protractorate over Haiti.
While tho tr&aty is now before fae
HaHien congress lt cannot become ef
fective until approved by the United
?Lear Admiral Caperton, command
ing Ste naval expeditionary force on
the island, reported that national sa
lutes were given with the Port Au
Officers on In??*ctiop Trip.
Cape Ha?tien, ;^pt. 17.-Colonel
RU K. Cole and olonel Li W. T. Wal
ler, or the American expeditionary
j forces left here on an armed train for
an inspection of the Grand Fivers
I district southeast of here. They
were accompanied by General Carlos
Zanier, former minister ot tho In
SHERIFF ELUDES MOB
WITH NEGRO PRISONER
Feared Lynching pf Mob Got
Negro Who Shot Three
Year Old Girt
Alexandria, La., Sept. 17.-Sobe
Johnson, the negro who on Tuesday
killed tho three year old daughter of
O. E. Dean, ol the Naval Stores Co.,
with a load of shot Intended for Dean,
'waa captured and brought here for
safekeeping. Til? ilveriff said posses
were hunting the negro .and intended
? COLUMBIA t'A RM K VS ?
? STRIKE J? SETTLED. .?
? -- ?
? . Columbia, fiept. 17.- ?
V TV. rough rho mediation e? ?
? Governor Manning the oC- ?
'? lumbla trolley strike was sst- ?
? tied tonlff .t. the carmon ?
6 agreed to leave the me:hod* *
? of inspection, wh'.c.h caused. ?
? tho strike lo the governor. v*
? ? ? ???????????-?????o**?
> DVINSK, WHERE
front und the German reply to the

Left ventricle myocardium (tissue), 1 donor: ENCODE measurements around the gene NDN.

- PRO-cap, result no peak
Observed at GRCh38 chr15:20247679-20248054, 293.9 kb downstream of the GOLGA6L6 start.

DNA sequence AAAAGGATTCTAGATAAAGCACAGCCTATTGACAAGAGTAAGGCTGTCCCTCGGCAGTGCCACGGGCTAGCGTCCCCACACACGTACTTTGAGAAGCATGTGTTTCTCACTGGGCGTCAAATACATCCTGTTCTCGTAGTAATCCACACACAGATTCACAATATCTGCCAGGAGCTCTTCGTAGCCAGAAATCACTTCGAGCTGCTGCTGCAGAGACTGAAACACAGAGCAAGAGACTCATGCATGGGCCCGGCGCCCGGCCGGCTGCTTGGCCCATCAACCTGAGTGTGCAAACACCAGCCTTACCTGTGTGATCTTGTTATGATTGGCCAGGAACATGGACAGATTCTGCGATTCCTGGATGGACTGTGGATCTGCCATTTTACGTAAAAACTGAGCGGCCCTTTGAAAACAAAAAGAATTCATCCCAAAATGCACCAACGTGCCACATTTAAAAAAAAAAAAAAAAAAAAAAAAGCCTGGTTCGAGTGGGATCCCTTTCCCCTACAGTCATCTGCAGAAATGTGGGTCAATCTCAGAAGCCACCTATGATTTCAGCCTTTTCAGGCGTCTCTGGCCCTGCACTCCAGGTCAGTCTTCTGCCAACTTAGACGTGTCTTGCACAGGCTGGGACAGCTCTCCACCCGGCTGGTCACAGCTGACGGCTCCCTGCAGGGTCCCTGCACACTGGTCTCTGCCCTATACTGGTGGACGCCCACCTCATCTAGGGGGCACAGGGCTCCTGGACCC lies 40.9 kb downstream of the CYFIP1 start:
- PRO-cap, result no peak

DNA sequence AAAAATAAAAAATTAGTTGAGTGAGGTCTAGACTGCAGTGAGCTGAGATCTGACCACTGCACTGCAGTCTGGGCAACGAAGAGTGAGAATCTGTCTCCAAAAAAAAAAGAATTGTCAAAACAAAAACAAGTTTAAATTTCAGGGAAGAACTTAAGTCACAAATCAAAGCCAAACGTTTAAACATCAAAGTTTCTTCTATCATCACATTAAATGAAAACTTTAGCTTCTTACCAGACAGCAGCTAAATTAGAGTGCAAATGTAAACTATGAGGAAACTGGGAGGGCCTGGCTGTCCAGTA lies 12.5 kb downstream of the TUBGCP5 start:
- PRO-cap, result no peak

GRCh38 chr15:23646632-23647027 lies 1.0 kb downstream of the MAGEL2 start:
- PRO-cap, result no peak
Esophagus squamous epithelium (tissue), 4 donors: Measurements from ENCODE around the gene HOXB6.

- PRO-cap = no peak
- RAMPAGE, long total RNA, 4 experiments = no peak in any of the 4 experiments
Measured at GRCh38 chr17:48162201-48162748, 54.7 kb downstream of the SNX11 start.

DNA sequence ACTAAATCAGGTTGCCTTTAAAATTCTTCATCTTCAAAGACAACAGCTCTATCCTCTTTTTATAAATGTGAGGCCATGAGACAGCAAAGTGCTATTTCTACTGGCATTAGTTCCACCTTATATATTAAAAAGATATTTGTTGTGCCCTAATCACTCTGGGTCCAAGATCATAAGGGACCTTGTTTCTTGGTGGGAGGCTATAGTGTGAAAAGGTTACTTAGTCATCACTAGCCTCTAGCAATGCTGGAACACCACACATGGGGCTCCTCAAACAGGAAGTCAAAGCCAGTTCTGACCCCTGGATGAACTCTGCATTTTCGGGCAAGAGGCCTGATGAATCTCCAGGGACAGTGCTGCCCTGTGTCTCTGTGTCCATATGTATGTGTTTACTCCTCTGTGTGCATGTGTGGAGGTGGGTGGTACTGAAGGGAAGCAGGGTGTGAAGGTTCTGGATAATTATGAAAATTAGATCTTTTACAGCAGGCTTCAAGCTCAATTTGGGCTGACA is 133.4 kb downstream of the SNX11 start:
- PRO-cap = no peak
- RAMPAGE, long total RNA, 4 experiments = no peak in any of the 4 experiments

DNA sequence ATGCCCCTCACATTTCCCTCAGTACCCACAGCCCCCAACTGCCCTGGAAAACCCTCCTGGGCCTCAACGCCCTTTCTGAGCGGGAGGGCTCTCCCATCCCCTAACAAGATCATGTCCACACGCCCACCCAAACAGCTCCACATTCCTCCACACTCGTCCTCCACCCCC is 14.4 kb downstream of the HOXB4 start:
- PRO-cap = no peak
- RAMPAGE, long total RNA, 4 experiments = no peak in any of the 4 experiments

Frendh KUUH is growing in inten
U reece Mast Be Neutral.
Athen*, Sept. 17.-Indications are
Unat tho Greco-Bulgarian relations
aro improving. In tho most influen
tial circles the conviction is Said to
have been reached that Greece must
The pro-Ruflsian newspaper Mir has
Vienna, Sept. 17.-Wireless to
Tuckerton-An Austrian ' submarine ]
torpedoed and sank a large BrRIsh ?
transport a few days ago in the
southern Adriatic, it announced !
London, Sept. 17.-It is officially
announced that a spy was executed
lhere. The came is not given.
Berlin, Sept. 17.-The war office
announced tfiat von Hindenburg's
forces, which have f lan <-- 1 Vllna and
Dvinisk, have captured Vlday, 35
miles south of Dvinisk.
IS HEARD FROM
First Newe of Steffanaeon'a Party]
For Over Year and Half-!
Great Explorer Saya He Hat j
Discovered New Land.
Seattle, Wash., Sept. 17.-A mes
sage recoived. from Ottawa, Ontario,
today that Vildijalmar Steffanssoln,
expedition, via Nome, Alaska, was tJ.:o :
first tidings from the explorer In a I
year- and a half, as no news of Stef- !
unsson and bis two companions had ?
boen received since the supporting
party turned back April 7, 1914, from
('amp Soparation on the north coast,
of Alaska. At this time he waa ex
pected to reach Banksland on tho
drifting ice, but the strong current
from the Mackenzie rlv/r and unfavor.
able winds drove the Ice west. Stef
ansson's friends hoped tfiat thia drift
would carry tho party toward Sibe
Trading schooners and whalers in
the Arctic this summer were asked to
keep a sharp lookout for the explor
ers. ' Last month, vessels arrived at
Nome after trading along the Alas
kan and Siberian shores and reported
that no trace of Steffanssou had been
Is oa. Baaks Laad.
Nome, Alaska, Sept. 17.-Steffens
son ia on Banks-Land. The schooner
Ruby arrived yesterday with dis
patches from bim to the Canadian gov
Ottawa, Sept 17.-Announcement